They also outran their logistic support and, perhaps more importantly, their air defence cover. At the same time, the Russians had not been able to suppress the Ukrainian air defences nor had they been able to establish air superiority, a prerequisite of nearly every successful land operation since the Second World War. And so, stranded in long convoys on roads they could not leave and without sufficient air cover, the Russians have suffered heavy casualties.
Even those whose sum experience of la vie militaire is buying some gear from their local army surplus store would know that this is likely to lead to a hiding to nothing, and so it has proved. The lack or professionalism and competence appears to be staggering, and yet this is – at time of writing – where we find ourselves. Now, their presumed initial strategy stymied at every turn, the Russians appear to be replenishing, regrouping, and digging in for the long haul, plus focussing efforts in the south.
Back on track (no pun intended), Russians losses in tanks and armoured fighting vehicles are pretty enormous. No wonder that less well-informed commentators, looking at the destruction of the invading columns by lightly armed defending infantrymen and women, are forecasting the end of the era of the MBT. But I think they’re being a bit presumptuous.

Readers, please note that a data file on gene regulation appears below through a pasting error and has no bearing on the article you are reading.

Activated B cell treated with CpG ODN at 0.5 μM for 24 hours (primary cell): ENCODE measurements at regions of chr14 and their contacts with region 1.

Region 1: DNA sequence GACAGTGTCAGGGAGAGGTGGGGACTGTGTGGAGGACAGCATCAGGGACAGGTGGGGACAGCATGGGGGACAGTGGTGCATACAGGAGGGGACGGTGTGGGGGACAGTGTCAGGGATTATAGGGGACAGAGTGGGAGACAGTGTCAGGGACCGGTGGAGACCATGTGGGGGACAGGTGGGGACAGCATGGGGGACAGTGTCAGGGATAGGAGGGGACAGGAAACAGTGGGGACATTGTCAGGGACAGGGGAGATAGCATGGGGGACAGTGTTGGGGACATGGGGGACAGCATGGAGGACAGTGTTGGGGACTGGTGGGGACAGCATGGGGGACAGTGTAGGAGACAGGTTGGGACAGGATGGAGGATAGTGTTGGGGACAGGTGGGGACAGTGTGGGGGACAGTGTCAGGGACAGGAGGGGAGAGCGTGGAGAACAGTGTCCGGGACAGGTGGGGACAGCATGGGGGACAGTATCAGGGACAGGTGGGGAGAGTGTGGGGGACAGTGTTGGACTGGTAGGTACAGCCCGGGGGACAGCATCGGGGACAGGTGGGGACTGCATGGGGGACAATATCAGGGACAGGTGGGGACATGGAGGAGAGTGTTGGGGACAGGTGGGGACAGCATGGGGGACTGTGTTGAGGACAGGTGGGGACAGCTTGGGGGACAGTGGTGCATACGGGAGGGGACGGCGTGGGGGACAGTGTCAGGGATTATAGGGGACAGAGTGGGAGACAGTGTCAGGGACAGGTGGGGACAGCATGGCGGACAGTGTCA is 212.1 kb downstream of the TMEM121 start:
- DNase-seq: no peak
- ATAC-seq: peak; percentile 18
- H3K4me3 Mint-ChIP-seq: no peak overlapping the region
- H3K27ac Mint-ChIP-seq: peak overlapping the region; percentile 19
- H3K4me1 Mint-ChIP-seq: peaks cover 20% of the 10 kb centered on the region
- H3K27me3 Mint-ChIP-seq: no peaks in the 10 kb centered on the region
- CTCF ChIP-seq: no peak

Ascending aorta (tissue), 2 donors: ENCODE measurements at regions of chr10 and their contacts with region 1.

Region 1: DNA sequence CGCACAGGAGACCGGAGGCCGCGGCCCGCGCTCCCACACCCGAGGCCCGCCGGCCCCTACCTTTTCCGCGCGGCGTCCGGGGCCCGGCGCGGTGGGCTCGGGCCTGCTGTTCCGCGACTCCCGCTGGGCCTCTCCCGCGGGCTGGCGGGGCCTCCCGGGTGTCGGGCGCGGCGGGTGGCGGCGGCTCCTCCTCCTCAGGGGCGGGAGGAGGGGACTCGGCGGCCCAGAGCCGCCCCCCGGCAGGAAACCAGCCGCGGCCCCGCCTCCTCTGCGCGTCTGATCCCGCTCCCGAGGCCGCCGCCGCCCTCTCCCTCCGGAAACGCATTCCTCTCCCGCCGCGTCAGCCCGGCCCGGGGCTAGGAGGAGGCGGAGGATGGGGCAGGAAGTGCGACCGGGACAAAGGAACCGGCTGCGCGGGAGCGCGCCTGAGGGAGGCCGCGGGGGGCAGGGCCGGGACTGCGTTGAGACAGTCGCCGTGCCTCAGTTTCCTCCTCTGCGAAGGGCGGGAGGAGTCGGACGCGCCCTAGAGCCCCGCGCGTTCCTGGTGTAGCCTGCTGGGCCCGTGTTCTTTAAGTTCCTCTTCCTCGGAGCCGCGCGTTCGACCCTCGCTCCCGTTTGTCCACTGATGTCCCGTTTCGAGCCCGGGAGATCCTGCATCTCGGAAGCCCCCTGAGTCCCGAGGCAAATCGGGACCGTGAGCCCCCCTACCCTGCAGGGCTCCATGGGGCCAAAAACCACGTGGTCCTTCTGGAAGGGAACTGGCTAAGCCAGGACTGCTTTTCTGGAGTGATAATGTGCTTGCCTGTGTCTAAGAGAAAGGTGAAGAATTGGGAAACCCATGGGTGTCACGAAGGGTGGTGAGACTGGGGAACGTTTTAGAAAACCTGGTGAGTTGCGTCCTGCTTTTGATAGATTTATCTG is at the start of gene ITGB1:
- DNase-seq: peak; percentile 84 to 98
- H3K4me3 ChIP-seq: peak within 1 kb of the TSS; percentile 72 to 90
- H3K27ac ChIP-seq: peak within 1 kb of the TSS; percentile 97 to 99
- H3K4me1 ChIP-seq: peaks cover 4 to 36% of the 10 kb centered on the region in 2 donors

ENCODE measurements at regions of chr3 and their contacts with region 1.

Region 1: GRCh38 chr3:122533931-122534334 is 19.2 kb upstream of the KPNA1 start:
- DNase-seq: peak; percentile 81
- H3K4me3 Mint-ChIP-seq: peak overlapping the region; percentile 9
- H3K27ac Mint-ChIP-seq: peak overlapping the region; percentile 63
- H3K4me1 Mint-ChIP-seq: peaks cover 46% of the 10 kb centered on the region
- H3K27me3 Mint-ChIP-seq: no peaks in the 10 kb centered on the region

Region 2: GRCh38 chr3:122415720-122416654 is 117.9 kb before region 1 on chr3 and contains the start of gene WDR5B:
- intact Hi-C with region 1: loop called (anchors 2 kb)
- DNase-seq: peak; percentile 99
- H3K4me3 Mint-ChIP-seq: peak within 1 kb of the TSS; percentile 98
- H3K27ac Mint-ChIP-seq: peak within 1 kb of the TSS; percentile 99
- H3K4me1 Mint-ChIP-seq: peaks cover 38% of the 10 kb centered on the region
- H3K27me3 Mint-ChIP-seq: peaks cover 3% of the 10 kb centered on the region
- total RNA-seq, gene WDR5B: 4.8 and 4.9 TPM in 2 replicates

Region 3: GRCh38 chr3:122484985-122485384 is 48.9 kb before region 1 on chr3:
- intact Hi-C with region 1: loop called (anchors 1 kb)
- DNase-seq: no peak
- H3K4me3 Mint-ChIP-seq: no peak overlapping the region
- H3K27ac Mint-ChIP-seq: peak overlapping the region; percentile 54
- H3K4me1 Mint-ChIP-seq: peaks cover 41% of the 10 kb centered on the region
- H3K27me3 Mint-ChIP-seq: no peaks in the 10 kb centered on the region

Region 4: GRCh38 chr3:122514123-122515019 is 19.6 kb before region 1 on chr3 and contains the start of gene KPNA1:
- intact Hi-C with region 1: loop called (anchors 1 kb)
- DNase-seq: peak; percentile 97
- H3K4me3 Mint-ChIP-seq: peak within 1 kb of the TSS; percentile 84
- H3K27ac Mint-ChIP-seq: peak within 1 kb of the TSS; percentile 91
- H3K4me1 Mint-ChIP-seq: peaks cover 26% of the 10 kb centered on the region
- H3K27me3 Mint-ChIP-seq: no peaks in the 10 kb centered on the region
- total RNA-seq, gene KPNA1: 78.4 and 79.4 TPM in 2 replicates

Technological innovation does not stand still, after all, and after the Nagorno-Karabakh conflict everyone was looking at how best to counter the armed drones used so effectively in that confrontation. And, lo and behold, there were a variety of counter systems already available on the market, it was just that non-one up to that point had taken the threat seriously. Now, knocking down cheap drones with expensive anti-aircraft missiles can be effective but economically counterintuitive, but there is a plethora of mobile cannon systems which are up to the task.
The key is, of course, to fight in carefully coordinated combined arms groups, incorporating MBTs, infantry in Infantry Fighting Vehicles (IFVs), recce vehicles, engineers, artillery and, most importantly, air defence. On paper the Russians seem to have embraced this principle in the organisation and equipping of their battalion tactical groups (BTGs), but in practice appear to have been unable to put the whole thing together. They have performed rather like a large orchestra without a conductor, where brass, strings, and percussion are all following different parts of the score.